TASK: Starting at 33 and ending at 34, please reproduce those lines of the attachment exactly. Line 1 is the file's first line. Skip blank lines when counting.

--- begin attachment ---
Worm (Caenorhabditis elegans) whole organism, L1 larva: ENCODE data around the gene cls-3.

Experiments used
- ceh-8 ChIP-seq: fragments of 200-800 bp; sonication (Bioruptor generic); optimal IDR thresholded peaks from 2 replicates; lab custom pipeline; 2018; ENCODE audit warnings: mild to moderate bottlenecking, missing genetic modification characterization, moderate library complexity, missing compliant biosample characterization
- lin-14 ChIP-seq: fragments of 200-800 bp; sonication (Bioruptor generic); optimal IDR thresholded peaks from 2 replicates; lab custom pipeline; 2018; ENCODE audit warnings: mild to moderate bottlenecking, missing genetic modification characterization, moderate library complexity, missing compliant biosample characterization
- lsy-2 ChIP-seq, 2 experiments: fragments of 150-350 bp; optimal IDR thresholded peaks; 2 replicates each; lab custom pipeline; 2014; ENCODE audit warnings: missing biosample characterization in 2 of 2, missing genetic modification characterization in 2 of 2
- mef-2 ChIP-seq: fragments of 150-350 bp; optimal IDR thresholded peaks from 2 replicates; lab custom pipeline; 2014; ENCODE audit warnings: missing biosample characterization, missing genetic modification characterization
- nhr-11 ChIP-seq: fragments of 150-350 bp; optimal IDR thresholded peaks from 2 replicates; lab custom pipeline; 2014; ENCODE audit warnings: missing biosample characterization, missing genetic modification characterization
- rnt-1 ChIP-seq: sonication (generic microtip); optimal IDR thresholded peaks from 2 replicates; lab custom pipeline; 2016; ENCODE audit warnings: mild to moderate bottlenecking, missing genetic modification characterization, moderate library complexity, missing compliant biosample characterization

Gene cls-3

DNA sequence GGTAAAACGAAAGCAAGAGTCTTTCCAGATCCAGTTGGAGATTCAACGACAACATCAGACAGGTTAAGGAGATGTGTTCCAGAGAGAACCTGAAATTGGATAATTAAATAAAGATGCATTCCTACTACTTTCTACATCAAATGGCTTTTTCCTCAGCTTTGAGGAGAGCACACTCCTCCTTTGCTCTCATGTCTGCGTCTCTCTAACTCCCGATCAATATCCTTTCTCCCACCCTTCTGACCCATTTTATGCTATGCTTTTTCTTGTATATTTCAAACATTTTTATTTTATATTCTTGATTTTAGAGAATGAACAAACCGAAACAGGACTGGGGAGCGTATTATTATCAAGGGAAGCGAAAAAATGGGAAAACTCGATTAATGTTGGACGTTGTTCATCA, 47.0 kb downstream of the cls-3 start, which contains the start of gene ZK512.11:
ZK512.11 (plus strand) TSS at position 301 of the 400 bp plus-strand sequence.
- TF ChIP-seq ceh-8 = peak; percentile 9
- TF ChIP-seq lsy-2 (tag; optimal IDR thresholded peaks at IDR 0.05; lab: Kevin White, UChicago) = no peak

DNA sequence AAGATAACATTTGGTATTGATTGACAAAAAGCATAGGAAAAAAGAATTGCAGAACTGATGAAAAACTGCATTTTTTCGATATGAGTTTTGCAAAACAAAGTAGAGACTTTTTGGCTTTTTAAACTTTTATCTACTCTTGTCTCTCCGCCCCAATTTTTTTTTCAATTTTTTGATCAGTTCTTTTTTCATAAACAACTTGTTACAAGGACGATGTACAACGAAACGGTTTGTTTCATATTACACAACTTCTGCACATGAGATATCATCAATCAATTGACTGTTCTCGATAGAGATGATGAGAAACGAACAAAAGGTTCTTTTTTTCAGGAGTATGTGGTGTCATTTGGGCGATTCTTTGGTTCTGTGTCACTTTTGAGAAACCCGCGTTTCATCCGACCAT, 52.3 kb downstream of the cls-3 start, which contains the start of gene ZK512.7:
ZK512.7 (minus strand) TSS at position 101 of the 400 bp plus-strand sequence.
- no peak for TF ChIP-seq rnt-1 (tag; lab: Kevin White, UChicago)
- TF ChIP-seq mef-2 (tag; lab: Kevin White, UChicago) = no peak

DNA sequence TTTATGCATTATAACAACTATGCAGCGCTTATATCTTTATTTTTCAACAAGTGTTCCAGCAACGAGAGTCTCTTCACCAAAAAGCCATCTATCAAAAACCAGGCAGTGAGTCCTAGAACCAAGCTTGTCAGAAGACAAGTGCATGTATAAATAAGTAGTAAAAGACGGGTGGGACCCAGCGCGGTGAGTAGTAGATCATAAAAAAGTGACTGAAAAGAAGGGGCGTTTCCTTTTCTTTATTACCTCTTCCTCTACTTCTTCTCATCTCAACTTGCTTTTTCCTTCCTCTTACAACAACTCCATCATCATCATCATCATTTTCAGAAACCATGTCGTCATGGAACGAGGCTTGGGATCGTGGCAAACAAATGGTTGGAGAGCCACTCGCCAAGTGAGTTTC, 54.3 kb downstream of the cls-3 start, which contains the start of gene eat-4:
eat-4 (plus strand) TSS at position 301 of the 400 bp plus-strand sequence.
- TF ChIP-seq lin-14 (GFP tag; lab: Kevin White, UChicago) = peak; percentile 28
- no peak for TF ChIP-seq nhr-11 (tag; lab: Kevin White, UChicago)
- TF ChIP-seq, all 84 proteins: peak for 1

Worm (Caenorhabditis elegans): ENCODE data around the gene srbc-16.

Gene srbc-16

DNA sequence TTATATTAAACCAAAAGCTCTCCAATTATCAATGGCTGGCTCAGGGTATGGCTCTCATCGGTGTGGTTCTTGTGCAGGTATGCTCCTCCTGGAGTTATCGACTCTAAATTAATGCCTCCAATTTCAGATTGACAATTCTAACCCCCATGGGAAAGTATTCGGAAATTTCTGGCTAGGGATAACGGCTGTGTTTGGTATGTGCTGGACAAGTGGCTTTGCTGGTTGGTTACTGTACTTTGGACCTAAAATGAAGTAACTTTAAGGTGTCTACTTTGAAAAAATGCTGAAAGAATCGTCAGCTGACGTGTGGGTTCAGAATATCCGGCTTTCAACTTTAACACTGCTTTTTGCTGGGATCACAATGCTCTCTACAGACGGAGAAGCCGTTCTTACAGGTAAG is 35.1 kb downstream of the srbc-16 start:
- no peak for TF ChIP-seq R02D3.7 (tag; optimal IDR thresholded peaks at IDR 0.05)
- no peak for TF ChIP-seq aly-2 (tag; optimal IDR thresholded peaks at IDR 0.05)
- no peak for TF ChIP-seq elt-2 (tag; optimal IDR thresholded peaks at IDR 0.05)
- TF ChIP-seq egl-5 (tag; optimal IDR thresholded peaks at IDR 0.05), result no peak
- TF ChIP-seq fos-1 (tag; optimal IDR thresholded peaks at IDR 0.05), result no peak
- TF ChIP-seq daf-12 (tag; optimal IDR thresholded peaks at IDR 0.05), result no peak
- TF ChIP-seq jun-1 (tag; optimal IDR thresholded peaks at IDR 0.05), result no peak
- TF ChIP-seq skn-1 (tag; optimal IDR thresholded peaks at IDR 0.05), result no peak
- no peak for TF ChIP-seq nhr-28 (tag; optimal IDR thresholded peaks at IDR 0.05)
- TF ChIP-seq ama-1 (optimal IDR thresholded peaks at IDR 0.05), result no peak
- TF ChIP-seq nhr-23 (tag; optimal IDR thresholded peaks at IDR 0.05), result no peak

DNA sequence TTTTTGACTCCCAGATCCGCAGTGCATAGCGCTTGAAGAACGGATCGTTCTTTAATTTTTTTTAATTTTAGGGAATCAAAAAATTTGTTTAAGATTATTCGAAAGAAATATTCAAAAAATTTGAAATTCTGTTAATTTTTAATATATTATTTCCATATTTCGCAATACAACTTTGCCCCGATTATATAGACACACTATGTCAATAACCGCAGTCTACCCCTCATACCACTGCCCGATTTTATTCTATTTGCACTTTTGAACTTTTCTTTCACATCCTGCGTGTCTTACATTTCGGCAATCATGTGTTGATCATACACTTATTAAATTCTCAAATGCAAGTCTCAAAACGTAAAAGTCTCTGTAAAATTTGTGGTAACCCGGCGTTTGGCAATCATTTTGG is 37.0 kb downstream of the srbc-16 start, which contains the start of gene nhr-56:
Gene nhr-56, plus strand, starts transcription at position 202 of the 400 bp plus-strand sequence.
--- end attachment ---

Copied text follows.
- TF ChIP-seq skn-1 (tag; optimal IDR thresholded peaks at IDR 0.05), result no peak
- no peak for TF ChIP-seq nhr-28 (tag; optimal IDR thresholded peaks at IDR 0.05)